“They need to maintain and strengthen community college services,” he said. “And No. 2, can we do that in a way so back-office operations are done more efficiently, so from a student point of view, they don’t recognize a difference? But what’s tricky about this … you can do a lot to achieve efficiencies on non-facing-student activities, but having an administration that really understands the region and that dimension of it is also important.”

The proposed Community College of Connecticut would enroll about 52,700 students, according to 2016 data from the colleges. That enrollment level is down from about 57,000 students in 2012. This year, enrollment at the community colleges declined about 1.5 percent, La Luz said.

The administrative and campus consolidation recommendations together are expected to save the colleges $41 million, including $28 million on the campus side.

However, some are skeptical about how much money mergers actually save institutions and systems.

A recent report from the TIAA Institute that examined mergers involving two-year and four-year institutions found that the decision-making process about how to enact mergers often is costly and painful. And while there are opportunities for financial savings, the report found that such gains typically take a while to materialize.

“The research on this shows very mixed results in saving money,” Palmer, of New America, said. “It costs a lot of money up front to combine student information systems.”

Most of the savings come from salaries or by cutting jobs, which is unpopular, she said.

In Connecticut, the plan to reduce administrative roles is expected to take place through attrition or retirements.

The system is under a state labor agreement that grants job security to about 96 percent of its employees until 2020, La Luz said, adding that after that time the situation will be re-evaluated.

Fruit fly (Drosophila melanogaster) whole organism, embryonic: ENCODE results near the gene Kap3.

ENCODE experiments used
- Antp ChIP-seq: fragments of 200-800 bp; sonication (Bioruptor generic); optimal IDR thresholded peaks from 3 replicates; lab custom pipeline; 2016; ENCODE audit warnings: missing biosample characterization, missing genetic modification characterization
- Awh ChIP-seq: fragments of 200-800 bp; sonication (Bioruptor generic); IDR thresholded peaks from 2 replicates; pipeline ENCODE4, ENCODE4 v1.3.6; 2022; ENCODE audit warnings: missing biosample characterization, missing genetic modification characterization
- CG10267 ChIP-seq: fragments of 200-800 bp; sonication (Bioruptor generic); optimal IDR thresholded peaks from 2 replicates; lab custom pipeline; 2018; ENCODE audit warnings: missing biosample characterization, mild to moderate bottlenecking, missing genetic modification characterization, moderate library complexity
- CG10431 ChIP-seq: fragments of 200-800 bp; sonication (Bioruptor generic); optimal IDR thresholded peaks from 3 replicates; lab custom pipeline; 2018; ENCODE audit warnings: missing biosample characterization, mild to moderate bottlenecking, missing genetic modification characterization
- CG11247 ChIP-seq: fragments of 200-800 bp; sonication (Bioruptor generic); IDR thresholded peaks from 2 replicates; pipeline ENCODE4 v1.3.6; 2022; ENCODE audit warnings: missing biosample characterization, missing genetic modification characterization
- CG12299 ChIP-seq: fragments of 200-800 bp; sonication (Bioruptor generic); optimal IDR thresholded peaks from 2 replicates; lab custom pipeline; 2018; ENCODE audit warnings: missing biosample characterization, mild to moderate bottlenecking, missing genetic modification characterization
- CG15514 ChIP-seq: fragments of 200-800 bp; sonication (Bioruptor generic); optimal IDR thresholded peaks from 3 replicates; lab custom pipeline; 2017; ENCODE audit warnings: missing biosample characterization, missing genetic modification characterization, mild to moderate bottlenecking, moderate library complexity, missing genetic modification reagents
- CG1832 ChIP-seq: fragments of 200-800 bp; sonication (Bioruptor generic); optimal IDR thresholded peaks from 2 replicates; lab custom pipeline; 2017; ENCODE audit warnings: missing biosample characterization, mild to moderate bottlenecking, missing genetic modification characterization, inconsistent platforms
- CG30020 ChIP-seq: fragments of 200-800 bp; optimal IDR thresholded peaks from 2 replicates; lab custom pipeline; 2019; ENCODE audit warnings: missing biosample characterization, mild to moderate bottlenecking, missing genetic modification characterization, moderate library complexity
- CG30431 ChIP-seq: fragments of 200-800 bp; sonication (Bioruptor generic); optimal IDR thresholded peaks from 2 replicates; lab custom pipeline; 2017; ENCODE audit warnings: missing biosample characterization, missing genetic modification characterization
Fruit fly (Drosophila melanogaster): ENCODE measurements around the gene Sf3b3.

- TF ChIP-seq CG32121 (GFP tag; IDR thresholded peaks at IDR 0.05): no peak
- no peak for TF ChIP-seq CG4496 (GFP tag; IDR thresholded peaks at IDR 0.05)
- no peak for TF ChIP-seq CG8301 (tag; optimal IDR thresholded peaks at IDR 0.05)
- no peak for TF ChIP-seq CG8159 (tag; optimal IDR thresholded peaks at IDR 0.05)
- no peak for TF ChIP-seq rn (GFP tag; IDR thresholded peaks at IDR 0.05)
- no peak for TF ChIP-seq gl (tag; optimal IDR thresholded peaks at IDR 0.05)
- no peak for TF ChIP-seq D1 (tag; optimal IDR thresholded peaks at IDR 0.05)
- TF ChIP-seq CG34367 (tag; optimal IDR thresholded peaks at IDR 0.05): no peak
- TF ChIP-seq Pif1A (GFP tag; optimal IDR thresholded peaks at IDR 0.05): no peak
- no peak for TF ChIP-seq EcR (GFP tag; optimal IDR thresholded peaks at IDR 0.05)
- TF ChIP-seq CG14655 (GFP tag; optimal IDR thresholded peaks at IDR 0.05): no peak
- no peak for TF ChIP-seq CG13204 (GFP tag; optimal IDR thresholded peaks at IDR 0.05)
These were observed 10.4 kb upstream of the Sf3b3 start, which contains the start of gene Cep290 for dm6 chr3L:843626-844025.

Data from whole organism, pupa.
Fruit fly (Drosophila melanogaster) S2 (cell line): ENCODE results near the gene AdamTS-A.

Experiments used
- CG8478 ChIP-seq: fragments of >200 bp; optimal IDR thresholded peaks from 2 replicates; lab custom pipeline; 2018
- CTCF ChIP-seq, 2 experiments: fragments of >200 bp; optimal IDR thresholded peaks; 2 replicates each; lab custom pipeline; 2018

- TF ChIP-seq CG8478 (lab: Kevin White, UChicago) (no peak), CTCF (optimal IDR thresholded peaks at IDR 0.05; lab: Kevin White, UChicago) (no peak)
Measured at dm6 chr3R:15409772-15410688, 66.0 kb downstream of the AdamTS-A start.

There’s a wide variety of governing systems community colleges have been merged into in recent years. For example, Georgia, the most aggressive higher education merger state, has combined two- and four-year institutions. In Louisiana, a merger of eight campuses in the state’s community and technical college system was announced earlier this year.

The environment each merger takes place in differs, despite mergers often being rooted in financial problems.

“Georgia is a different political environment than, say, the Northeast,” Palmer said. “It was a huge step up in branding for Georgia Perimeter College to go to Georgia State University. They were cautiously optimistic, but they were not mourning a loss of identity.”

Consolidation also can affect the relationship an institution has with its state lawmakers. A centralized system may have a stronger voice in the Legislature, she said, but may have weakened their position locally.

McGuinness points to Kentucky as an example of a system that went through consolidation and emerged as a leading example of strong central leadership.

“The Kentucky Community and Technical College System has gone through different phases, but one of the neat things is that it evolved into one of the best systems in the country,” said McGuinness, adding that in 1997 the system consolidated the technical college system with the community colleges that were operated by the University of Kentucky at the time.

KCTCS found a way to strengthen their local services by sharing across colleges, he said.

“It didn’t come easy,” said Jay Box, president of KCTCS, who entered the system in 2002 as president of Hazard Community and Technical College. “We still had an institution with separate faculty -- one at the technical college and one at the community college -- and separate rules for faculty and staff … you had to become one institution and break down those barriers.”

Box said it took several years and that KCTCS had to cut down from 28 presidents systemwide to 16 because of the merger.

“It’s not easy and it takes staying focused on the vision of what’s going to come about because of a consolidated system,” he said.

Consolidating the system, for instance, increased access as well. In the 20 years since the merger, enrollment in the Kentucky two-year system increased by 20 percent, to more than 107,000 students today.

“If you’re in a community college and running out of money, the programs that cost the most are the occupational professional programs, particularly in health,” McGuiness said. “Concentrating on administrative services can achieve some efficiencies in some ways, but what really needs to happen is sharing of content across the campuses.”

A full consolidation in Connecticut would still require approval from faculty, the system’s governing board and the New England Association of Schools and Colleges -- the system’s regional accrediting agency.